Alexandre Dumas played by a white actor? That's the controversial role the ubiquitous French actor Gerard Depardieu has taken on in a new film called The Other Dumas. Dumas, author of such famous novels as "The Count of Monte Cristo" and "The Three Musketeers," was the grandson of a freed Haitian slave and a French nobleman, but that hasn't stopped Depardieu, France's busiest actor, from playing Dumas.
The blue-eyed blond actor darkened his skin and donned a curly-hair wig for his starring role, triggering a heated debate in France, which is currently struggling with issues of race and identity. Depardieu called the debate over his role "ridiculous" and "unnecessary."
But France's Representative Council of Black Associations has objected to Depardieu in the role, saying black actors are not given an opportunity to play white roles in French cinema. "It's very shocking and it is insulting," Patrick Lozes, president of the council, told the London Daily Mail. "It is a way of saying that we don't have any black actors who have the talent to play Alexandre Dumas, which of course is not true. In 150 years' time could the role of [U.S. President] Barack Obama be played in a film by a white actor with a fuzzy wig?" he added. "Can Martin Luther King be played by a white?"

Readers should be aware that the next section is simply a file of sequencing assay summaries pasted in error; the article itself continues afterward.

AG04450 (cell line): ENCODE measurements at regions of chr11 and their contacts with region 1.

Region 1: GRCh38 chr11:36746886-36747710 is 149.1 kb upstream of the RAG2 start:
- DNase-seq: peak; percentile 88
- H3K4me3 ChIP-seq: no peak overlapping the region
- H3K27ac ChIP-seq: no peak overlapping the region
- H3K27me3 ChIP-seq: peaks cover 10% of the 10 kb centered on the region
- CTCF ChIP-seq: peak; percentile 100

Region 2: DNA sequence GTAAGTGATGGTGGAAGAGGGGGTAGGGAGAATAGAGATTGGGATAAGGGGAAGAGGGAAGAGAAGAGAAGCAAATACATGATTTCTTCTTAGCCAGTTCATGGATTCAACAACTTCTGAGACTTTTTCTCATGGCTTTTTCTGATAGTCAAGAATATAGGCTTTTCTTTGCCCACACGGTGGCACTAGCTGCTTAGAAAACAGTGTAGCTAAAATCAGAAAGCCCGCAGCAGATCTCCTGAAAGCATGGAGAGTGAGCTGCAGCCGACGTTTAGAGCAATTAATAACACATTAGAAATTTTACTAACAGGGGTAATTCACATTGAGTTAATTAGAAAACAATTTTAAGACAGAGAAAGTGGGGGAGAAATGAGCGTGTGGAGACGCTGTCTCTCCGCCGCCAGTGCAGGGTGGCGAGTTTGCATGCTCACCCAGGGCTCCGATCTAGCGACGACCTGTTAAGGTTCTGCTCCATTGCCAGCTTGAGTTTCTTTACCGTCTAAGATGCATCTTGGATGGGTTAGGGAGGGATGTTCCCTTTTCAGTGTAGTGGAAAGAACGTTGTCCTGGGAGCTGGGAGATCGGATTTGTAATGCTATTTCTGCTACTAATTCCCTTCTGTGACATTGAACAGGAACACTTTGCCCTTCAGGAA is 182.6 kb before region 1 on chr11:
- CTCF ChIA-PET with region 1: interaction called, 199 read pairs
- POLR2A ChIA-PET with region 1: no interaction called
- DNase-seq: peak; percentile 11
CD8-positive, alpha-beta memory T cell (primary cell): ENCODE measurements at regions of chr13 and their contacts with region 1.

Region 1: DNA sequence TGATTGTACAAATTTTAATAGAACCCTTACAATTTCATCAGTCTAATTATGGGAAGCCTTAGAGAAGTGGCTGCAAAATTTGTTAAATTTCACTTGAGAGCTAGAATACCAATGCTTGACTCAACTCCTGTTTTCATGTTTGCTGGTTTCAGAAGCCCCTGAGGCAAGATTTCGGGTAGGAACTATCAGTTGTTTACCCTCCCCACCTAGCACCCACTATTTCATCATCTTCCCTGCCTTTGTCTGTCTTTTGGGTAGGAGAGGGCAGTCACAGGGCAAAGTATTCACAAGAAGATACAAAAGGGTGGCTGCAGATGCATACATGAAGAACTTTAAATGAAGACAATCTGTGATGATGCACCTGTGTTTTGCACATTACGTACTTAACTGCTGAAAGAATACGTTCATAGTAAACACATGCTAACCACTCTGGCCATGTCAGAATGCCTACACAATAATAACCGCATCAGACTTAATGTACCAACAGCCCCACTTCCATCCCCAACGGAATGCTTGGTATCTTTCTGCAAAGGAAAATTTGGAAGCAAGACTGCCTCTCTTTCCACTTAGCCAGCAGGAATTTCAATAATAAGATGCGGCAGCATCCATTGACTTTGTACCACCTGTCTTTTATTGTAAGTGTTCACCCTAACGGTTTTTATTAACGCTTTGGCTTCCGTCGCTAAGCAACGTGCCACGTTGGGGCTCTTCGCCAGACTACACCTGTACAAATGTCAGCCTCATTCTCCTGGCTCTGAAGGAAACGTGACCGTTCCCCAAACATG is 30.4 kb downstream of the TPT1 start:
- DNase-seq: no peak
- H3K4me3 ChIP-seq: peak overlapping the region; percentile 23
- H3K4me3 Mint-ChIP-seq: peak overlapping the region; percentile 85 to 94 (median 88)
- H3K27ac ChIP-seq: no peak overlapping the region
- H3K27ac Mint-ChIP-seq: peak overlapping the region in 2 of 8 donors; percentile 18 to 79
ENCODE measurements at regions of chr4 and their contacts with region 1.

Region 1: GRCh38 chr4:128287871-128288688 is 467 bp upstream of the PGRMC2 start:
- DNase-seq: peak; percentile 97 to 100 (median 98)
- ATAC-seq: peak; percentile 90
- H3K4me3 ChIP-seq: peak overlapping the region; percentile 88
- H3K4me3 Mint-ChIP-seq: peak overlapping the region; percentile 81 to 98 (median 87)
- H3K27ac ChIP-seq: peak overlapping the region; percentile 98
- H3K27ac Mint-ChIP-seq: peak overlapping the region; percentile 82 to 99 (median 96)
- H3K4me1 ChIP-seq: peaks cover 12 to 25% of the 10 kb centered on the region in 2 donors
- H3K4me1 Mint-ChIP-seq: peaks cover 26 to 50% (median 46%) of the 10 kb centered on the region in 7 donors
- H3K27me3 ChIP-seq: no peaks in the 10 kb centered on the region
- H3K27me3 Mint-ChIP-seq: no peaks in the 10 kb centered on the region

Dumas, beloved author and playwright who died in 1870, is one of few national cultural figures of color in France, although many today don't know about his black ancestry. "There is a mechanism of permanent discrimination by silence," said Jacques Martial, a black actor who made his name playing a television police detective.
The film's plot is also controversial, based on a disputed literary theory that Dumas's anonymous white collaborator, Auguste Maquet, should get much of the credit for the plots and drafts of Dumas' most famous works. "Possibly for commercial reasons, they are white-washing Dumas in order to blacken him further," said the Council of Black Associations. Ironically, the term in French for a ghostwriter is a "nègre littéraire (a literary Negro)," and ghostwriting is called "negritude."
Dumas was often taunted for his race and once famously responded to a critic: "My father was a mulatto, my grandfather was a Negro, and my great-grandfather a monkey. You see, sir, my family starts where yours ends."
French intellectuals have long been ambiguous about Dumas. For decades he was dismissed as a pulp novelist whose books pleased the masses but had little literary value. It was just in 2002 that his remains were moved to the Pantheon, resting place for France's greatest literary and political heroes. His son, Alexandre Dumas, fils, was also a prolific author and playwright (The Lady of the Camelias) and a member of the French Academy, an honor never granted to the elder Dumas.